People Out Loud: Peace and forgiveness

December 2015 Posted in Columnists & Opinion

DixonBy Dixon Bledsoe

An acquaintance of mine once waxed eloquent on whether terminally ill people should be able to determine the time of their deaths. He was opposed to it and I assumed his objection was based on religious grounds. But he articulated one of the most poignant explanations as to the value of encouraging someone whose time on Earth is limited to ride out the storm for the benefit of family and friends. They fly in from all over to gather and mourn but relationships are re-born.

He talked about reconciliation, forgiveness and how death brings new hope. It brings people together that have not spoken in years and often over trivial things. A comment that stings. A real or perceived injustice. A cranky moment derived from a sleepless night made longer by a baby’s cry.

It made me think about Christmas and the power emanating from the spirit of the season as Christians celebrate the birth of Christ. A quote from an unknown author struck a chord with me. “He who has not Christmas in his heart will never find it under the tree.”

In a time of worldwide pain and anguish unparalleled in my 63 years, I have been thinking about forgiveness and the difficulty this act is for so many of us. Mark Twain said, “Forgive not because they deserve forgiveness, but because you deserve peace.” Gandhi said, “The weak can never forgive. Forgiveness is the attribute of the strong.”

As we prepare for family gatherings, Christmas parties, and to celebrate the birth of the Christ, it is the spirit of the season to be men and women of faith, who help foster and perpetuate a time when giving of one’s self requires no bow and shiny packaging. It is a time to make amends and a time to swallow our pride and admit, “I was wrong to react the way I have. But it hurt.” It’s time to say, “Forgive me,” and “I forgive you.”

George Herbert, a 16th century poet, wrote, “He who cannot forgive breaks the bridge over which he himself must pass.” What shape is your bridge in?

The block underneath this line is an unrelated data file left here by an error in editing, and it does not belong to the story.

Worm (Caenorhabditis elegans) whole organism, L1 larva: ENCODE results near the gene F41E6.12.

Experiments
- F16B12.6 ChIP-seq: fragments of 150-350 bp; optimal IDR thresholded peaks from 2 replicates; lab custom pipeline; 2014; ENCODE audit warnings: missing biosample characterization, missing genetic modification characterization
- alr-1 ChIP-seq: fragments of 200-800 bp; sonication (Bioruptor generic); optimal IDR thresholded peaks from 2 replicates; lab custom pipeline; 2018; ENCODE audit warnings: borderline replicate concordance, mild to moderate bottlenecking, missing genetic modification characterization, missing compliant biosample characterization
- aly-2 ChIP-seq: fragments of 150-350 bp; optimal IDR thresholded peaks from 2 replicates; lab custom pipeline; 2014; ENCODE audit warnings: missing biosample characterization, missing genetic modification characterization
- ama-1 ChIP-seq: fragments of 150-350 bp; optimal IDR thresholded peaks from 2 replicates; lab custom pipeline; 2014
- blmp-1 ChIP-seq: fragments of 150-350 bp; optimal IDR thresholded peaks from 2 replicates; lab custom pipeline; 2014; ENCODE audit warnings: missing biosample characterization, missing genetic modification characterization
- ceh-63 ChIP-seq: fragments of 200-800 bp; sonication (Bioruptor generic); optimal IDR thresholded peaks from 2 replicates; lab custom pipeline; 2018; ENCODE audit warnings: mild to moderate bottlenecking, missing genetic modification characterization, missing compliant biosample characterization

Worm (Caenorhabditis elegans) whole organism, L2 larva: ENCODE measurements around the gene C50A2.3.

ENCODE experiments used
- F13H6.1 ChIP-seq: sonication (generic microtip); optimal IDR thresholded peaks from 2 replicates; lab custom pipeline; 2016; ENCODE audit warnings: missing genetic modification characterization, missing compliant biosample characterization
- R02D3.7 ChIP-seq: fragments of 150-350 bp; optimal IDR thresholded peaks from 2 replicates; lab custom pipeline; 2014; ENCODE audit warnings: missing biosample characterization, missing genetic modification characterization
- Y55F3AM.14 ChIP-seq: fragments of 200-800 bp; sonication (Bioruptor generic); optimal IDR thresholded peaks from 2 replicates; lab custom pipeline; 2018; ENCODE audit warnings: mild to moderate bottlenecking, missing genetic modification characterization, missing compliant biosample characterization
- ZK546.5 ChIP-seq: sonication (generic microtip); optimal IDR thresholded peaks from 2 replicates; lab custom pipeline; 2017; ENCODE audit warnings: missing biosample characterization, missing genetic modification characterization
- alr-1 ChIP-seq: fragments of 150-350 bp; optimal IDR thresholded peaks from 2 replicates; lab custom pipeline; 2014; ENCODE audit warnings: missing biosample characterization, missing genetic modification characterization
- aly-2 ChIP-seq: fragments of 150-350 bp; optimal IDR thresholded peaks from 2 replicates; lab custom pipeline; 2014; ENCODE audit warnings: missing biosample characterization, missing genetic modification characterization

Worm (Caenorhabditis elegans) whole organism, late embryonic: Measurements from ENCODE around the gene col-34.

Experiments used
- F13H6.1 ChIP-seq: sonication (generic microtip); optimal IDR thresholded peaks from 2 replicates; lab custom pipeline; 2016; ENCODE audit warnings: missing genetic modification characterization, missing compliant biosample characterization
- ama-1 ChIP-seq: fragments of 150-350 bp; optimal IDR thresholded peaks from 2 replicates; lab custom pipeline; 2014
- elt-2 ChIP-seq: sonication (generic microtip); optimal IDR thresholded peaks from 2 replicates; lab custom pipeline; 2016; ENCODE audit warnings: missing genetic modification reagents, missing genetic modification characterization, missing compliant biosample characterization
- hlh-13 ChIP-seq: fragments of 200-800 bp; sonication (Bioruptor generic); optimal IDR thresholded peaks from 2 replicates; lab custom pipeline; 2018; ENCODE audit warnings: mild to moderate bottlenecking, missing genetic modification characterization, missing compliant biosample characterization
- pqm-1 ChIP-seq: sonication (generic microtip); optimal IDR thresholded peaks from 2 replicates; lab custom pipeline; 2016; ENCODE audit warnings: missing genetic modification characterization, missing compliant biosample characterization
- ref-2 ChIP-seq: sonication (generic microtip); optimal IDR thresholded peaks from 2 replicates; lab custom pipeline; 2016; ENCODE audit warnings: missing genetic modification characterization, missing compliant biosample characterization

An unknown author articulated something for those who take great pains to avoid apologizing. “Apologizing does not always mean that you are wrong and the other person is right. It just means that you value your relationship more than your ego.” See? You have an out!

We all hurt other people. It seems to be in our nature to do so, whether the infliction of pain on other human beings is inadvertent or by design. My late mother-in-law Carol McDonald gave me a wonderful book when my life had taken a tough turn. Don’t Sweat the Small Stuff; and It’s All Small Stuff, by Richard Carlson, Ph.D.  As humans, we are famous for making “mountains out of molehills.” But at Christmas, perhaps we should Let It Go. There is a reason the song from Disney’s Frozen won many awards. It struck a chord in all of us. It is so simple but makes perfect sense.

As we celebrate Christmas, Hanukkah or the winter solstice, it is my fervent hope we can “let it go” and we can forgive in order to achieve reconciliation. Harriet Beecher Stowe wrote, “The bitterest tears shed over graves are for words left unsaid and deeds left undone.” Stowe’s words are somber and direct and hard to hear during this joyous season. Author Paul Boese may have said it best – “Forgiveness does not change the past, but it does enlarge the future.”

Enjoy the season. Enjoy time with family and friends. We are here for such a short time, and it is time we can’t get back. Make peace. It is time.

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